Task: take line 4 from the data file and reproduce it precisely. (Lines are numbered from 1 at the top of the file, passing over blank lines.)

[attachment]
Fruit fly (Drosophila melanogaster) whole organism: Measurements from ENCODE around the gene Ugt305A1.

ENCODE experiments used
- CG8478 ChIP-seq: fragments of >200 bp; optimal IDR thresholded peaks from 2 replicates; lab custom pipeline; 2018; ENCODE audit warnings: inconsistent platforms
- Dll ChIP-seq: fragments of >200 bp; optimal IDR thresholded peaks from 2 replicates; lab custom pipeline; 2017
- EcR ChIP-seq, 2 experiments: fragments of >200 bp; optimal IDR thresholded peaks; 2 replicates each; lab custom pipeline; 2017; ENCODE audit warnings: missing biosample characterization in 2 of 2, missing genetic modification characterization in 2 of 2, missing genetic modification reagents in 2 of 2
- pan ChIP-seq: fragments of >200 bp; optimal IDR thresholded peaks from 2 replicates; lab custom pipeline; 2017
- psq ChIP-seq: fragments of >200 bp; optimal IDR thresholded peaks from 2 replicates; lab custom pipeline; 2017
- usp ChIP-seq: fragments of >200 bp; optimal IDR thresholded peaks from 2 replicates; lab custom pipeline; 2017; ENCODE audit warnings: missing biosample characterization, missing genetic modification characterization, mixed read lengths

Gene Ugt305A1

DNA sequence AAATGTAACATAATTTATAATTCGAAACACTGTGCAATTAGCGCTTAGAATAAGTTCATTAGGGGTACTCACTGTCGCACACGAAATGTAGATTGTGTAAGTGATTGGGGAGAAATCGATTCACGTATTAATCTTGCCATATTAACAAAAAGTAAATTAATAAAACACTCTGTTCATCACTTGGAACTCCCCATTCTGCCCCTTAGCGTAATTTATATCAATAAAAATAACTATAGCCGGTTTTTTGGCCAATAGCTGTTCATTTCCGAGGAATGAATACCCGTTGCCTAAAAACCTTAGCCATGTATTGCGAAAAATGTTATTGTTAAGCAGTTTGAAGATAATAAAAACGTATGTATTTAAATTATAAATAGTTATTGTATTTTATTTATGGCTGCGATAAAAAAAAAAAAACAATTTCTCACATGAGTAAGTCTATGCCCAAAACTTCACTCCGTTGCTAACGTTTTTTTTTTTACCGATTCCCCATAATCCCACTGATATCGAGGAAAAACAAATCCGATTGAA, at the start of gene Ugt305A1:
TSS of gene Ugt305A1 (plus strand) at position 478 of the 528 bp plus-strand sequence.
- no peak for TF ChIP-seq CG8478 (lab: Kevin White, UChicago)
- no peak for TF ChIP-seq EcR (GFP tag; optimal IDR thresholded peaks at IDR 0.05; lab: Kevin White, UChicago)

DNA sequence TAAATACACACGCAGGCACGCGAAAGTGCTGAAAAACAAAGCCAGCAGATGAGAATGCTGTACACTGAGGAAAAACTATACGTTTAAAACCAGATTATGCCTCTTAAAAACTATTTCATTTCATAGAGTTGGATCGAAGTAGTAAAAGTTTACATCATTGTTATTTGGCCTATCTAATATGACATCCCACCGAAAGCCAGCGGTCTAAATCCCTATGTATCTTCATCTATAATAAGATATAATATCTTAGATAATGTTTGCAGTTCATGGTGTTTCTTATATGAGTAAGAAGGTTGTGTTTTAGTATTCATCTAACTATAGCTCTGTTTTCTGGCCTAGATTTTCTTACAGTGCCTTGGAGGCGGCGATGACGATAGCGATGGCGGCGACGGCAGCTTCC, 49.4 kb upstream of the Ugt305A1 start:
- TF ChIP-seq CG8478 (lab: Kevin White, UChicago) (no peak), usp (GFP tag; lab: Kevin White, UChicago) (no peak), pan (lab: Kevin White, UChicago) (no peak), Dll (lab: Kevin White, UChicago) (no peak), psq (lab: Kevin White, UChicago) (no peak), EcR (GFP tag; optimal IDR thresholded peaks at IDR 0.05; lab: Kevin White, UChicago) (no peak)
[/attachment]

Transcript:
- Dll ChIP-seq: fragments of >200 bp; optimal IDR thresholded peaks from 2 replicates; lab custom pipeline; 2017